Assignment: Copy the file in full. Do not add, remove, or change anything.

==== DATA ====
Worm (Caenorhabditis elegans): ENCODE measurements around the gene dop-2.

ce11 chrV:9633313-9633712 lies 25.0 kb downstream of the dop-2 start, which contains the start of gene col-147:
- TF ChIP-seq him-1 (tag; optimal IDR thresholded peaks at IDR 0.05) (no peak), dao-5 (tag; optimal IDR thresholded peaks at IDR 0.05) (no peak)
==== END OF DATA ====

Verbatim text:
Worm (Caenorhabditis elegans): ENCODE measurements around the gene dop-2.

ce11 chrV:9633313-9633712 lies 25.0 kb downstream of the dop-2 start, which contains the start of gene col-147:
- TF ChIP-seq him-1 (tag; optimal IDR thresholded peaks at IDR 0.05) (no peak), dao-5 (tag; optimal IDR thresholded peaks at IDR 0.05) (no peak)